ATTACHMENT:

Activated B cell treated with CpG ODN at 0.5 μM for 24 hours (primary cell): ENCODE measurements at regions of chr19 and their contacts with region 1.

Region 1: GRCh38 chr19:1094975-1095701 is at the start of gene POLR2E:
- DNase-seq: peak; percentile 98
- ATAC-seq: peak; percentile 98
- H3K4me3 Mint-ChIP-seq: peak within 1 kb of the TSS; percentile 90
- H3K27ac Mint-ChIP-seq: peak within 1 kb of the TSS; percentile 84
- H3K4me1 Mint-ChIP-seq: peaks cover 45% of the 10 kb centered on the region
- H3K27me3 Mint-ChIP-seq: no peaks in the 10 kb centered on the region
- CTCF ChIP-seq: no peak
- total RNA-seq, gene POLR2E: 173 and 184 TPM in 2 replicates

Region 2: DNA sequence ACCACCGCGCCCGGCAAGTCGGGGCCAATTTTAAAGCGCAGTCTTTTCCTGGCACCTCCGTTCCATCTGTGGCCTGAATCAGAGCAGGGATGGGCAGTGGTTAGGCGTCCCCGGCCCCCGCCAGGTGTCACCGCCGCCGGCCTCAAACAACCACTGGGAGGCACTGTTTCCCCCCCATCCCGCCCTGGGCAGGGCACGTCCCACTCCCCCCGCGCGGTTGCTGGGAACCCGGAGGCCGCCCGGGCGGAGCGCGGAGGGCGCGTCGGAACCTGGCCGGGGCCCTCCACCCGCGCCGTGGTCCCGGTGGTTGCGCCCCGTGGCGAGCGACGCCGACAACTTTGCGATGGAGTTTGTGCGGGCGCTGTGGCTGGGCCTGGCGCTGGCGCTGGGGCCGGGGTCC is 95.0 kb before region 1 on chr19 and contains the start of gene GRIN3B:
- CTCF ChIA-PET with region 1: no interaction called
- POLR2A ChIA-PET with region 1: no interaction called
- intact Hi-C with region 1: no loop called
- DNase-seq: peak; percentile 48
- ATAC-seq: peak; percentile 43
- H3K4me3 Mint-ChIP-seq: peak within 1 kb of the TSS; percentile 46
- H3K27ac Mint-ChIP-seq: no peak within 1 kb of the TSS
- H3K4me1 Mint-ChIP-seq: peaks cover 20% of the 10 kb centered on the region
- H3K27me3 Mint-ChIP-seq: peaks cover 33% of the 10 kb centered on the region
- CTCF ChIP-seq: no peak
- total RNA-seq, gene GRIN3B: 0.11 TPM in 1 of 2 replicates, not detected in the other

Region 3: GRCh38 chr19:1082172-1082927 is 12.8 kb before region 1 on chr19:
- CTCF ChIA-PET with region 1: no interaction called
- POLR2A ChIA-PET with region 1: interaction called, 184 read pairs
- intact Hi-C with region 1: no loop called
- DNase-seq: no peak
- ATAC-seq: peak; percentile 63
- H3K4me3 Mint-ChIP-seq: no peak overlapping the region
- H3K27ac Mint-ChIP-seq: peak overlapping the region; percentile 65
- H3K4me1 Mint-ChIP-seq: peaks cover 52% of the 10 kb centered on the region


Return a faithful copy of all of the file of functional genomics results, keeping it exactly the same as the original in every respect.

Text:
Activated B cell treated with CpG ODN at 0.5 μM for 24 hours (primary cell): ENCODE measurements at regions of chr19 and their contacts with region 1.

Region 1: GRCh38 chr19:1094975-1095701 is at the start of gene POLR2E:
- DNase-seq: peak; percentile 98
- ATAC-seq: peak; percentile 98
- H3K4me3 Mint-ChIP-seq: peak within 1 kb of the TSS; percentile 90
- H3K27ac Mint-ChIP-seq: peak within 1 kb of the TSS; percentile 84
- H3K4me1 Mint-ChIP-seq: peaks cover 45% of the 10 kb centered on the region
- H3K27me3 Mint-ChIP-seq: no peaks in the 10 kb centered on the region
- CTCF ChIP-seq: no peak
- total RNA-seq, gene POLR2E: 173 and 184 TPM in 2 replicates

Region 2: DNA sequence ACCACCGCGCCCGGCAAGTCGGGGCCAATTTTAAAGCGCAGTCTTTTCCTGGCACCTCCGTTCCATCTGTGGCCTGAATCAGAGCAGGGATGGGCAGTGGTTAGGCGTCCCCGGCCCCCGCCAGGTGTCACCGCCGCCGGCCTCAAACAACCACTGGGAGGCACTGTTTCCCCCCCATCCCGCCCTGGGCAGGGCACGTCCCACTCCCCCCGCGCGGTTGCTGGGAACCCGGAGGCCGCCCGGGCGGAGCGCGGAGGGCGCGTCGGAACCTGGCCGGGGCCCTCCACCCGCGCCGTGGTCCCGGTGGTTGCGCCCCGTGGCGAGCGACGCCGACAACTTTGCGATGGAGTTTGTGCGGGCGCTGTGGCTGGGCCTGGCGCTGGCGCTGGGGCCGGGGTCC is 95.0 kb before region 1 on chr19 and contains the start of gene GRIN3B:
- CTCF ChIA-PET with region 1: no interaction called
- POLR2A ChIA-PET with region 1: no interaction called
- intact Hi-C with region 1: no loop called
- DNase-seq: peak; percentile 48
- ATAC-seq: peak; percentile 43
- H3K4me3 Mint-ChIP-seq: peak within 1 kb of the TSS; percentile 46
- H3K27ac Mint-ChIP-seq: no peak within 1 kb of the TSS
- H3K4me1 Mint-ChIP-seq: peaks cover 20% of the 10 kb centered on the region
- H3K27me3 Mint-ChIP-seq: peaks cover 33% of the 10 kb centered on the region
- CTCF ChIP-seq: no peak
- total RNA-seq, gene GRIN3B: 0.11 TPM in 1 of 2 replicates, not detected in the other

Region 3: GRCh38 chr19:1082172-1082927 is 12.8 kb before region 1 on chr19:
- CTCF ChIA-PET with region 1: no interaction called
- POLR2A ChIA-PET with region 1: interaction called, 184 read pairs
- intact Hi-C with region 1: no loop called
- DNase-seq: no peak
- ATAC-seq: peak; percentile 63
- H3K4me3 Mint-ChIP-seq: no peak overlapping the region
- H3K27ac Mint-ChIP-seq: peak overlapping the region; percentile 65
- H3K4me1 Mint-ChIP-seq: peaks cover 52% of the 10 kb centered on the region